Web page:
As Texans fight against government overreach, Republican State Rep. Brian Harrison of Midlothian filed two measures that would require judges to interpret state law without yielding to any state agency’s view of the rule.
HB 1947 would end the practice of judges automatically siding with a state agency in its interpretation of a statute, agency rule, or guidance document issued by the agency. Instead, the measure would require judges to evaluate the rule separately from the agency’s interpretation.
Harrison’s legislation proposes that if an action is brought against a state agency over an ambiguous policy, the judge must review the measure and then rule in a way that would limit the state agency’s authority instead of giving the agency more power of interpretation.
The measure would also require administrative law judges to follow the same practices.
Daniel Dew, the legal policy director for the Pacific Legal Foundation, praised HB 1947 for limiting “big government” in Texas.
“When Texans walk into courthouses, they are often greeted by a depiction of a blindfolded Lady Justice who reassures all who enter that the law will be applied fairly and evenly,” said Dew. “Unfortunately, court doctrines favoring big government have leaked into Texas’ state court system, and HB 1947 ensures that Texans will have a fair shot to have their cases heard.”
Harrison’s other measure, HB 1948, would require agencies in Texas’ executive branch to run all proposed rule changes by either the governor or an elected official in charge of the agency before implementing any proposed rule.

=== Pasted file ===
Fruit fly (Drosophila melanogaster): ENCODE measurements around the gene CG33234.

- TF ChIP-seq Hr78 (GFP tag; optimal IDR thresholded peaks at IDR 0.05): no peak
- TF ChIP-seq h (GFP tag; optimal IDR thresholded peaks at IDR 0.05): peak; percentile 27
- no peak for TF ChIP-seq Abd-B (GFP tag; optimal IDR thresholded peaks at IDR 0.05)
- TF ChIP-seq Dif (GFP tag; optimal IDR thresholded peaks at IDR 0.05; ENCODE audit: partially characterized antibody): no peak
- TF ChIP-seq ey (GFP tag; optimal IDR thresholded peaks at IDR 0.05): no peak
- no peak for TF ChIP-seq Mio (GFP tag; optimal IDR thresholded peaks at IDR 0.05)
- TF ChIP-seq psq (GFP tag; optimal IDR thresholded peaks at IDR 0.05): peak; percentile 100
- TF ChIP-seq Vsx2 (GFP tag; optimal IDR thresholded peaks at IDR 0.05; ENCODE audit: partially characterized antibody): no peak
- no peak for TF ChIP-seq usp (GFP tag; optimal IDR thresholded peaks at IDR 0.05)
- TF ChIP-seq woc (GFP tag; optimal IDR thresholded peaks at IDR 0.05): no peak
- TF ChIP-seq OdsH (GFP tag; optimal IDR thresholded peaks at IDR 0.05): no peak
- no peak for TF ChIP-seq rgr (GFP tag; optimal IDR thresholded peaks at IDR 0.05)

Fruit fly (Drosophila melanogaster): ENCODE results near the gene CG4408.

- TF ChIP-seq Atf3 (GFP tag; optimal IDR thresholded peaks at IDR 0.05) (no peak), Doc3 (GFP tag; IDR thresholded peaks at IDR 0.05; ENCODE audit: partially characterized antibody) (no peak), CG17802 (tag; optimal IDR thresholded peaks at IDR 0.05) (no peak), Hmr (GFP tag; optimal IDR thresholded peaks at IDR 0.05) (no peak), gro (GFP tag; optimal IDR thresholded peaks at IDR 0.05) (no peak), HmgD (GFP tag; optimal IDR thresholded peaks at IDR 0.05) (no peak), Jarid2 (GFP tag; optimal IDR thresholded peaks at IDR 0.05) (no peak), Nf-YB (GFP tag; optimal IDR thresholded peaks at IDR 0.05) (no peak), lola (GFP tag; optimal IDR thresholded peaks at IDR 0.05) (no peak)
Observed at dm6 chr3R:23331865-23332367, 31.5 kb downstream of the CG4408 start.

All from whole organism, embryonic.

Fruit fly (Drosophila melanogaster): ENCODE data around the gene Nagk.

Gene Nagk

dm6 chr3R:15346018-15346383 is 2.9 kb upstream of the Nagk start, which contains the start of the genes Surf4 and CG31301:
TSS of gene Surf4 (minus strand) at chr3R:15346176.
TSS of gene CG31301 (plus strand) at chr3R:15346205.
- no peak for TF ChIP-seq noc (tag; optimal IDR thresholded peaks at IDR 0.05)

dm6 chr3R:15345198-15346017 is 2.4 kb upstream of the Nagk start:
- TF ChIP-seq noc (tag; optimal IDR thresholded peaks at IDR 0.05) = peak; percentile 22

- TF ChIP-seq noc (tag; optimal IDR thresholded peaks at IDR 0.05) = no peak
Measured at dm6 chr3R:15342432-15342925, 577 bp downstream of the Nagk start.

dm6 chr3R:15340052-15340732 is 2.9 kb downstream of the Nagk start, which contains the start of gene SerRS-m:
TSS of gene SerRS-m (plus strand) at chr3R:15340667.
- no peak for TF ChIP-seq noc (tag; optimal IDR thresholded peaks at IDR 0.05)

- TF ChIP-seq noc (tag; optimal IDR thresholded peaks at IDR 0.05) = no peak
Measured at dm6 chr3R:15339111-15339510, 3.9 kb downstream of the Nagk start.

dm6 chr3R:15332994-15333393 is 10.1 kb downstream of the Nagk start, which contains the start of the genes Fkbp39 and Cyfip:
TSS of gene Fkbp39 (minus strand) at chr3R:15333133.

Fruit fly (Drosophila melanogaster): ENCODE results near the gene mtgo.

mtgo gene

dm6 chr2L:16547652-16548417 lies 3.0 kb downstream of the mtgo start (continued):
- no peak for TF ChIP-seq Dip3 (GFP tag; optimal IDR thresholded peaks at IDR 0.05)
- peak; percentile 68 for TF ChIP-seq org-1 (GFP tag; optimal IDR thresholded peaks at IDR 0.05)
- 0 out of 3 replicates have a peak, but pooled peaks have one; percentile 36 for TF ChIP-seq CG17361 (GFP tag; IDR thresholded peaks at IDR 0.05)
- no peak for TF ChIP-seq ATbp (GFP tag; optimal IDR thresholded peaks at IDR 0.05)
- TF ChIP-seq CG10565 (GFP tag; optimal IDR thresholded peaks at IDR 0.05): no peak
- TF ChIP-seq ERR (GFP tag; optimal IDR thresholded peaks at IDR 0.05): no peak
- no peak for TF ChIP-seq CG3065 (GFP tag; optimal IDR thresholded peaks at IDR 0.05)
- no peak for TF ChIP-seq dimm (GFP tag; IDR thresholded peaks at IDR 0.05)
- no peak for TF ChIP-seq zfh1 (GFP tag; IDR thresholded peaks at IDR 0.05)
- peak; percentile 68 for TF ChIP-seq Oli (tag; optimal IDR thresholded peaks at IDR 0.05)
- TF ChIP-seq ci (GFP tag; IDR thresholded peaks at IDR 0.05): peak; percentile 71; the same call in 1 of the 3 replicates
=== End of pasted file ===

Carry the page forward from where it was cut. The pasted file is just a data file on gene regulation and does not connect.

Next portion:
“Regulations promulgated by bureaucrats have the same power as law without the legislative process, and Texans should have the right to know who is behind those regulations,” said Dew. “By requiring the governor to sign off on final rules and regulations, Texans will know who to hold accountable, and the governor will be given more power to control his administration. HB 1948 is a win for Texans and the governor.”
Harrison promoted his two pieces of legislation as one way for the Texas Legislature to “[rein] in the administrative state” and restore power to citizens.
“Unelected bureaucrats both writing and enforcing laws is the biggest threat to our constitutional system of divided government, and we must shift power back to the people’s elected representatives,” said Harrison. “We also must reset the balance of power between regulators and the Texans they regulate by stopping the courts from showing favoritism to bureaucrats in court.”